Kids battling Type 1 diabetes were given a boost today when 4,250 people showed up in Stanley Park for a walk to raise money for a cure.
"It really does bring up a great sense of emotion for us when we see this many walkers come to support such a worthwhile cause as JDRF and the JDRF-Telus Walk for the Cure," Andrew McKee, president and CEO of the Juvenile Diabetes Research Foundation's Canadian arm, told the Georgia Straight.
The procession of teams—each raising money on behalf of kids with the disease—snaked their way from Lumberman's Arch through the park.
McKee explained that nearly three million Canadians are affected in some way by Type 1 or Type 2 diabetes or gestational diabetes during pregnancy.
Of those, 10 percent are touched by Type 1 diabetes, which is an autoimmune disease that kills insulin-producing beta cells in the pancreas. As a result, people with Type 1 diabetes (previously known as juvenile diabetes) must receive insulin injections to absorb blood sugars.
McKee pointed out that Type 1 diabetes costs the health-care system nearly 50 percent of the total amount spent on diabetes management because it's diagnosed earlier in life—which means the complications can come much earlier—and it's more challenging to manage.
JDRF president Andrew McKee says Type 1 diabetes is an extremely serious public-health issue.
High blood-sugar levels over a sustained period of time damage the heart, eyes, kidneys, circulatory system, and nervous system, elevating the risk of stroke, heart attack, blindness, kidney failure, and loss of limbs.
"So with the advent of insulin-pumping and continuous glucose monitoring, people much better control their blood-glucose levels...within their system," McKee said. "And managing those glucose levels helps delay or potentially defray the ultimate onset of complications—which is really the ultimate outcome that we're trying to avoid."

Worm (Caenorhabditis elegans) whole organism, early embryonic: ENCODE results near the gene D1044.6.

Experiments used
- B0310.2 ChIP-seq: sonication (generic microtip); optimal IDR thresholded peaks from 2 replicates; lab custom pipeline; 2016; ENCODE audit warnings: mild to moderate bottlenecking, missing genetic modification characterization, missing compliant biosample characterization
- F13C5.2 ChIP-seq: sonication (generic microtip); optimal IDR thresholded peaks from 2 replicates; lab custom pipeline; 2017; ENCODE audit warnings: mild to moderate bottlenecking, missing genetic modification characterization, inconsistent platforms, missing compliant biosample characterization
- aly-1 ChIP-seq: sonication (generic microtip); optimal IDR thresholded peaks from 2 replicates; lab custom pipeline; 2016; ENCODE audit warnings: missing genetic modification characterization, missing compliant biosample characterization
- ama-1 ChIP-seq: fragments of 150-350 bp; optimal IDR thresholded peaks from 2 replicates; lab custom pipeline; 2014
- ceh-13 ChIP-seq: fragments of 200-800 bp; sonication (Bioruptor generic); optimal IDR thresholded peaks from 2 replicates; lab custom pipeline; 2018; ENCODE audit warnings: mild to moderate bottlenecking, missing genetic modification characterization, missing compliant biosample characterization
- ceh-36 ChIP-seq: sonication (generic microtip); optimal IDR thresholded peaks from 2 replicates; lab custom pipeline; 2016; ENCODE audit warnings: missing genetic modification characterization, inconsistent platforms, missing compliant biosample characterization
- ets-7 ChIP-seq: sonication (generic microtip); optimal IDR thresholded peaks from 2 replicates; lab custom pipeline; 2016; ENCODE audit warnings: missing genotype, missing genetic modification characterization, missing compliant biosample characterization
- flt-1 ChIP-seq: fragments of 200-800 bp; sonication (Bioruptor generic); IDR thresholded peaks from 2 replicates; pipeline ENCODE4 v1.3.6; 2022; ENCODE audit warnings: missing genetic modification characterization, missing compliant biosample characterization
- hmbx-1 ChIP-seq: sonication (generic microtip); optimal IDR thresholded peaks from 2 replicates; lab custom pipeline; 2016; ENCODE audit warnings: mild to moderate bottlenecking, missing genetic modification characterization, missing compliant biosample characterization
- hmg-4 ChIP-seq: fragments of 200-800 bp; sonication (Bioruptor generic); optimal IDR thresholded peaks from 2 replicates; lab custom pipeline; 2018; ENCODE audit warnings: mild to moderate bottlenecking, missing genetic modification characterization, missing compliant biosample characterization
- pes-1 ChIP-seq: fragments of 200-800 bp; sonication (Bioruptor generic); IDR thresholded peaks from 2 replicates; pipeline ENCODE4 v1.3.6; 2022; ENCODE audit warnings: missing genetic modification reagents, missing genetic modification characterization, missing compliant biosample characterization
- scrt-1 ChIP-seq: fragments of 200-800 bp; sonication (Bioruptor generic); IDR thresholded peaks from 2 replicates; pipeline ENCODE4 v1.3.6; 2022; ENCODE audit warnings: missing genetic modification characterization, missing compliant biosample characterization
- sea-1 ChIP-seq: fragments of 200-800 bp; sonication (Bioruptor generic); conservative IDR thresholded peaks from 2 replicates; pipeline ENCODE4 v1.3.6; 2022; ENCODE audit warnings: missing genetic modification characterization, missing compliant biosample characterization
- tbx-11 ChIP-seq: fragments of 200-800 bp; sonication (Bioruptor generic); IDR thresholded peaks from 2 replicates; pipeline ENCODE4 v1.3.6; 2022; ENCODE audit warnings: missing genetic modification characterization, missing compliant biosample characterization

NDP Leader Adrian Dix is one of the best-known British Columbians who's living with Type 1 diabetes. He told the Straight today that he likes attending the annual walk because it enables the community to come together and support one another in dealing with a challenging chronic disease.
"In my case, I feel like I've mastered it a little bit," Dix said. "But every once a month, once every couple of months, it really comes and kicks you in the butt. It's a grind."
Adrian Dix explains why poverty has a devastating impact on people with diabetes.
The NDP leader emphasized that he's better able to cope with the disease because he earns a good salary, which enables him to buy nutritious foods.
"If I was poor, if I was low income, I would be more likely to lose a limb, more likely to lose my vision, more likely to die early, more likely not to live the quality of life I had," Dix stated. "Because when I go to the grocery store...I can buy the good food I need to balance off the insulin I'm taking."
He added that managing diabetes, including the more common Type 2 diabetes, is going to be a greater challenge to the health-care system than dealing with an aging population.
It appears that fighting Type 1 diabetes is an issue that crosses party lines in B.C. At the 2:00 point in the video below, you can see Dix dancing with B.C. Liberal cabinet minister Margaret MacDiarmid prior to the start of the annual walk.
At the 2:00 mark, Adrian Dix dances with B.C. Liberal cabinet minister Margaret MacDiarmid.
Follow Charlie Smith on Twitter at twitter.com/csmithstraight.